Current research highlights from the USGS National Wildlife Health Center.
Through a comprehensive program involving biomedical and ecological expertise and capabilities, the USGS National Wildlife Health Center is a leader in developing research solutions to the most deadly wildlife diseases, such as avian influenza, white-nose syndrome in bats, and other emerging diseases that have devastated wildlife populations around the world and pose significant public health and economic risks. This includes playing a key role in detecting novel pathogens, developing rapid diagnostic tests, conducting surveillance, and designing methods to control these diseases.
Here we highlight selected current research at the USGS National Wildlife Health Center.
Avian Influenza Surveillance
The USGS National Wildlife Health Center (NWHC) conducts surveillance in wild birds to facilitate early detection and situational awareness for high consequence pathogens, including highly pathogenic avian influenza (HPAI) viruses.
SARS-CoV-2 in Wildlife
As SARS-CoV-2, the virus that causes COVID-19 in humans, continues to spread globally, questions have emerged about the potential for humans to transmit the virus to North American wildlife, its potential effects on native wildlife populations, and the resultant possibility and consequences of establishing a persistent wildlife reservoir. Recent studies have detected SARS-CoV-2 in escaped or wild...
Field trials for testing of white-nose syndrome vaccine candidates
White-nose syndrome (WNS), caused by the fungus Pseudogymnoascus destructans (Pd), continues to decimate bat populations in North America, and efforts to develop treatment options have intensified. One potential method for controlling WNS is vaccination of bats with specific antigens to elicit a protective immune response.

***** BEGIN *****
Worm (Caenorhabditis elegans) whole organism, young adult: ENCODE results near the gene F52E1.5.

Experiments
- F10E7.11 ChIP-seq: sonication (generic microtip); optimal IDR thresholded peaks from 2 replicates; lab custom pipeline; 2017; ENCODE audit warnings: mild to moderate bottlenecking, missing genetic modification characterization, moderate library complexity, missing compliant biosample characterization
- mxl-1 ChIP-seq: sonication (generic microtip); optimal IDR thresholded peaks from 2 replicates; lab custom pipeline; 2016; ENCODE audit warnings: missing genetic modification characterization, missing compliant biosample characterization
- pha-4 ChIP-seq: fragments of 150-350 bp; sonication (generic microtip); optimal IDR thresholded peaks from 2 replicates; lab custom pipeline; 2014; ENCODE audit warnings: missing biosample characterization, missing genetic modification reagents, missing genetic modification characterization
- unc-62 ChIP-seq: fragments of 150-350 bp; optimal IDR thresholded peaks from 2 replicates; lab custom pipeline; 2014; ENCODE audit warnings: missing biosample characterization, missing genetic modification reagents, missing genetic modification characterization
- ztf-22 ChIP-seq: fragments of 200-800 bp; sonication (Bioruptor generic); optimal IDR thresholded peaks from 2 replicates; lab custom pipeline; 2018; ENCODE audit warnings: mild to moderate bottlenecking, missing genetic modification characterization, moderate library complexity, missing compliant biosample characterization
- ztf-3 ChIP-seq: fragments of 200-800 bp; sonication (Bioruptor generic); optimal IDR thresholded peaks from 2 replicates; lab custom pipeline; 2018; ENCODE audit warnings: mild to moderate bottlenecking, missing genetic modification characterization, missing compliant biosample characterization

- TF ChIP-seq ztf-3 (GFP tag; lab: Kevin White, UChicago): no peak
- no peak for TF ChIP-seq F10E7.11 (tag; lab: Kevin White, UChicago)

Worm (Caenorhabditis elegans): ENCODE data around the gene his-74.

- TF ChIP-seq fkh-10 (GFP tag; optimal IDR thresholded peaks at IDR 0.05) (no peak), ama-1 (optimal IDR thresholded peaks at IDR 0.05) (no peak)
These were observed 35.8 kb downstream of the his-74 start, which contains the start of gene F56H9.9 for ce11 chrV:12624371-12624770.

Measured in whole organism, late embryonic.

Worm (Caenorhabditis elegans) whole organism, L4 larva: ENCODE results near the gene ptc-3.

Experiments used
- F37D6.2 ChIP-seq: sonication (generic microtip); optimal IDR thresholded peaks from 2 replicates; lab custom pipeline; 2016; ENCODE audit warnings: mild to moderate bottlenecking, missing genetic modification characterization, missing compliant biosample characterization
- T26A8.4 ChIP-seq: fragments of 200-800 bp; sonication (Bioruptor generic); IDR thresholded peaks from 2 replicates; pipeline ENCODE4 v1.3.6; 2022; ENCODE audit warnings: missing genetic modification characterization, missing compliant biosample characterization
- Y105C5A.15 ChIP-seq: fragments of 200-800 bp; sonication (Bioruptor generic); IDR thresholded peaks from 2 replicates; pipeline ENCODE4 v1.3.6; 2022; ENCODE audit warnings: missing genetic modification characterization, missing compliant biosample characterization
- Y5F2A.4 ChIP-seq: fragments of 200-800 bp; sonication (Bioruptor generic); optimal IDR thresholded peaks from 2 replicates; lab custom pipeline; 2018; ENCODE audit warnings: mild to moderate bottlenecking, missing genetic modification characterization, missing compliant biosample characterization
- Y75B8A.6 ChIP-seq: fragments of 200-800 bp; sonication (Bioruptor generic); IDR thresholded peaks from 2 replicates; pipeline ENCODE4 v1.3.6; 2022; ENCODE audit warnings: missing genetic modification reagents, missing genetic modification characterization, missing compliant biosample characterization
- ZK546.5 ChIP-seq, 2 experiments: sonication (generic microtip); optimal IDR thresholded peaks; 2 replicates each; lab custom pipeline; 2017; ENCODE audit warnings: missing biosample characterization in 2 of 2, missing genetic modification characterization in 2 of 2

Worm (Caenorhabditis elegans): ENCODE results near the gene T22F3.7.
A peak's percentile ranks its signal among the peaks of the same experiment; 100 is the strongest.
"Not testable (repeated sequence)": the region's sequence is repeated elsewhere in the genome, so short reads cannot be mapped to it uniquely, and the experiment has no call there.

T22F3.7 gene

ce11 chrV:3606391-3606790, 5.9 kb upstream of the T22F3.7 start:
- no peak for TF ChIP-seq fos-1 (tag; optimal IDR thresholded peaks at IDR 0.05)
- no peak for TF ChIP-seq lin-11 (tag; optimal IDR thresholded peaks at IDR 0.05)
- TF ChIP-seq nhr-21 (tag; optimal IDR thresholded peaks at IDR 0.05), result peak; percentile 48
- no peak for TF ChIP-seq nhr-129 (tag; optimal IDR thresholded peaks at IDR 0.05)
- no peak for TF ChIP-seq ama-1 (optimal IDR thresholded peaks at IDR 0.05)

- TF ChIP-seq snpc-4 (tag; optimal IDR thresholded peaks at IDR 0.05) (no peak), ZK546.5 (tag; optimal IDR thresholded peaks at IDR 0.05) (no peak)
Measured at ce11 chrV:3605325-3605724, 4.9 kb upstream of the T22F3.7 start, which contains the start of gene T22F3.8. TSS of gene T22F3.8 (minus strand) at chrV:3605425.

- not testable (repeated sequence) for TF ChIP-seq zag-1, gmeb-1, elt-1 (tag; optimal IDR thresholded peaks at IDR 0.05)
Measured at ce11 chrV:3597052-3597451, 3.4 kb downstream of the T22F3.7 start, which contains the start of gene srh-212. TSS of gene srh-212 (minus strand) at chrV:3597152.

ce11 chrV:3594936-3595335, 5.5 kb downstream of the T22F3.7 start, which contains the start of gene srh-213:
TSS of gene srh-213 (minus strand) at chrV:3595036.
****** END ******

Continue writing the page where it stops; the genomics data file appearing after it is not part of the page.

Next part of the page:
Research in response to Florida’s emerging coral disease
Coral reefs are both ecologically and economically important, serving as nurseries for fisheries, protecting the coastline from storm surges, and generating income from tourism. Since 2014, a wide variety of corals have been dying from unexplained causes throughout South Florida with mortalities ranging from North Miami to the Florida Keys.
Development of SARS-CoV-2 vaccine to support black-footed ferret conservation
The SARS-CoV-2 virus is known to infect and cause severe disease, such as respiratory distress and death, in mustelids, including farm-raised mink (Mustela lutreola and Neovison vison) and domestic ferrets (M. putorius). This raised concern that the virus may also pose a threat to endangered black-footed ferrets (Mustela nigripes) managed in captivity for breeding and recovery purposes.
Enhanced Capacity for Chronic Wasting Disease Research and Certified Diagnostics at the USGS National Wildlife Health Center
Chronic wasting disease (CWD) is a fatal disease that impacts populations of deer, elk, moose, and other cervid species caused by an infectious protein called a prion.
Application of a Systems Approach for Management of Chronic Wasting Disease in Wisconsin
Chronic wasting disease (CWD), a fatal neurologic disease of cervids that causes population declines and is increasing in intensity and spatial extent, has proven extremely difficult to manage despite intensive control efforts that have spanned several decades.
Assessing the Ability of Incineration to Inactivate CWD Prions from Carcasses
Chronic wasting disease (CWD), a fatal neurologic disease of cervids, presents a monumental management challenge, in part because the etiological agent, an infectious prion, is extremely difficult to inactivate and can be transmitted directly or indirectly to hosts. Due to these attributes of prions, proper disposal of CWD-infected carcasses is an important consideration for management agencies to...
Advancing the Use of RT-QuIC for Applications in CWD Management
Chronic wasting disease (CWD) is an emerging infectious disease that is fatal to free-ranging and captive animals in Cervidae, the deer family. The development of the real-time quaking-induced conversion (RT-QuIC) assay has the potential to transform laboratory research of prions and provide new opportunities for improved surveillance and management.